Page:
A quarter of American nursing homes report at least one coronavirus infection, according to the first official count

“As of March 17, all new recruits were segregated upon arrival for a two-week arrival quarantine in an area of ​​the base separate from the main apprentice cohort,” wrote Dr. Joseph Marcus of the Brooke Army Medical Center and colleagues in their report. . “In addition, all students were instructed to maintain a distance of at least 6 feet from each other to ensure social distancing.”

READ  Donald Trump veto security budget

In April, the use of facial coatings became mandatory. The strategies implemented at the base meant that the infection rate was significantly lower than that of other community living settings, such as homeless shelters.

On the other hand, warmer weather unlikely to stop spread of coronavirus, said Dr. Francis Collins, director of the National Institutes of Health, in a blog post on Tuesday.

“Climate would only become a major seasonal factor in the control of COVID-19 once a large proportion of people within a given community are immune or resistant to infection,” Collins wrote, citing transmission experts. infectious diseases and climate models.

“Obviously we will have to wait a few months to get the data. But for now, many researchers have their doubts that the COVID-19 pandemic will enter a necessary summer hiatus,” he added.

Collins is the latest expert in pouring cold water on the theory, powered by President Donald TrumpThat speculated heat would slow the spread and possibly kill the virus entirely.

Dr. Fauci optimistic about the vaccine

The United States should have 100 million doses of a Covid-19 vaccine candidate by the end of the year, Dr. Anthony Fauci, director of the National Institute of Allergy and Infectious Diseases (NIAID) and a member of the White House coronavirus special force. . he said Tuesday.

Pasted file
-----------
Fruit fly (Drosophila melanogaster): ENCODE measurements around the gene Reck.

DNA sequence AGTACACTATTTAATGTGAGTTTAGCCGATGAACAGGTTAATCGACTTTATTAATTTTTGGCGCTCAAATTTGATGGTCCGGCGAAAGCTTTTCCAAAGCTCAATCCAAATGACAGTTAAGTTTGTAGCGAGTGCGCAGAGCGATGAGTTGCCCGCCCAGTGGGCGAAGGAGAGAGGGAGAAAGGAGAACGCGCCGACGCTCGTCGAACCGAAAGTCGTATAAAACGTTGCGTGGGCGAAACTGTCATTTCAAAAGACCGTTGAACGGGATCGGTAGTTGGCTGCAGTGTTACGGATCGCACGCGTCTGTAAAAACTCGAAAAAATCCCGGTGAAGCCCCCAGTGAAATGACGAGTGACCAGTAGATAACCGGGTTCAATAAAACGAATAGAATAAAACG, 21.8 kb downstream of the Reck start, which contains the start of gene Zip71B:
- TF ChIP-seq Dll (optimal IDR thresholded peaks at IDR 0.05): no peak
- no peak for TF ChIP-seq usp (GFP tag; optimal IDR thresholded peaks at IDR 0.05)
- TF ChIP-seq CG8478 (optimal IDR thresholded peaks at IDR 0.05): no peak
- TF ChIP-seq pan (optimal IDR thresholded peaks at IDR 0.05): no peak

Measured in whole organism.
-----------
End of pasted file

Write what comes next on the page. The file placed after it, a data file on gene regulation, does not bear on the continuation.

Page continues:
USA USA It should have a couple of hundred million doses of a Covid-19 vaccine in early 2021, says Fauci

“Then in early 2021, we expect to have a couple hundred million doses,” Fauci said during a live question-and-answer session with the Journal of the American Medical Association.

It is still unclear whether the vaccine will be effective against the new coronavirus. Still, Fauci expressed optimism that one of the many vaccine trials would be successful.

READ  Michael c. Hall will reprise his role as 'Dexter' for a new series

“I am cautiously optimistic that with the multiple candidates we have with different platforms, that we are going to have a vaccine that makes it deployable,” Fauci said.

CNN’s Jen Christensen, Naomi Thomas, and Shelby Lin Erdman contributed to this report.

You May Also Like

Cory Weinberg

About the Author: Cory Weinberg

Cory Weinberg covers the intersection of tech and cities. That means digging into how startups and big tech companies are trying to reshape real estate, transportation, urban planning, and travel. Previously, he reported on Bay Area housing and commercial real estate for the San Francisco Business Times. He received a "best young journalist" award from the National Association of Real Estate Editors.

Leave a Reply

Your email address will not be published. Required fields are marked *